One area of my life I have taken for granted recently is the joy of listening to music. It never had occurred to me I had even stopped. After moving several times I took cd’s out of my car, stopped the radio, and even gave up on my extensive list of Pandora radio stations. What I did no realize is how much music helps people with everyday tasks of life. Music can be heard when you are driving somewhere, relaxing, or as a background at a party but it helps with your mental state in more ways than one. For this reason, I have brought music back into my life. Music is important to my future because it is relaxing in rough times, and gives me a broader perspective of different cultural values.
It has been hard on me trying to wrap up one chapter of my life and music gives me an uplifting beat to motivate me to drive to school. A lot of people do not even know how much a simple mix tape can perk up a person’s mood. For example, I found old cd’s my friends had made me in high school. These songs brought back memories of fun times and made the moment I was listening to them even better. However, music is not only made to help influence a person’s mood. It also gives us a sense of culture.
Not everyone listens to the same type of music. There can be anything from reggae, to pop, to hip hop, or rock. The list goes on forever. Since I am obtaining a major in communication it has been interesting comparing what different music means to different people.
Recently, I had the opportunity to watch some Christian Rock bands because some of my friends were interested in them. I am happy to try new things but I was reluctant to go because I never had listened to that genre before. I definitely had my doubts but after the concert I was impressed at how modern their style was but also that their words had powerful meaning behind them. I really liked that the focus on gaining strength from independence and others. Before listening, I would have never known the values of this culture.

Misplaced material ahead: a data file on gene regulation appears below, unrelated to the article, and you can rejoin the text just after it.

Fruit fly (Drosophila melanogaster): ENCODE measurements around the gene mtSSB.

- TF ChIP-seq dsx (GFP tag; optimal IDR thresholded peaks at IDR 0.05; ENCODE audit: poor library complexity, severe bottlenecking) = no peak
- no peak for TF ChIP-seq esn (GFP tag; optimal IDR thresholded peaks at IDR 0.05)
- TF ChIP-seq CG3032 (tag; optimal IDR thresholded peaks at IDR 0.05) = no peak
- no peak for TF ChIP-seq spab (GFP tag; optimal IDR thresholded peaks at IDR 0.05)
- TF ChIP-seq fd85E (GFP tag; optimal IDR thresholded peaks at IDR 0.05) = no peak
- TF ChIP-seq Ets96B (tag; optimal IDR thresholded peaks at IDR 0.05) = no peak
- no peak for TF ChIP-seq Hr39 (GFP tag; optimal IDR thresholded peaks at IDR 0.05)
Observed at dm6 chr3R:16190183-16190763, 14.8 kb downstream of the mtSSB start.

I look forward to experiencing more different types of music after graduating to broaden my knowledge of music cultures. Try listening to Benjah! I was skeptical but I have grown to enjoy his beat and powerful message.
Since last September I have learned a lot about how to work in the women’s retail store called White House|Black Market (WHBM). I began as an associate working about 10 hours a week. I acquired skills in talking with strangers, and being a close listener for women in need of a second opinion. You also work on women’s differing styles, and how to gain a strong network of shoppers in our community.
I was promoted to Sales Lead in January. In this position I learned how the operational side of the brand. We work on training associates and how to keep statistics at our goals. These statistics are based off of how much we sell in each transaction, how many women that come in the store purchase an item, and how high the total price is per transaction. If this does not seem stressful, I bet you cannot even imagine the responsibilities of learning how to be a manger of your boutique such as this.
Now that I am graduating, I have the opportunity to take on a higher position called Assistant Store Manager. The position seemed daunting at first but after researching and reviewing a few sites I learned that running a business does have a basic foundation.
I was most intrigued by two points in Devlin Smith’s article called 10 Insider Tips for Retail Success. First, I like her section on “keeping a store theme.” WHBM makes it a point for women to “feel beautiful” and I highly support that value. Smith believes that this theme should be able to expect to see the theme throughout the store. Whether is be the associates dressing in the brand or types of products displayed, keeping a theme helps create loyal customers who return for the unique theme of the store.
The second tip that seemed true to our brand is that the “customer is key to a successful business”. Every day we are expected to conduct tasks that improve the visual of the store. However, our main concern is always the customer, or as we call her “Sydney.” Sydney is always number one in our values. That means we must drop our tasks to work with her. Even is she is not buying it is good to make the social connection because working in a boutique such as this requires trusting relationships rather than a harsh environment where women think they are just being persuaded to give up their money.
If you get a chance check out Smith’s article http://www.entrepreneur.com/article/76368 or Ruth Fine’s notes on AZ Central about what all boutiques have in common at http://yourbusiness.azcentral.com/successful-boutiques-common-13774.html.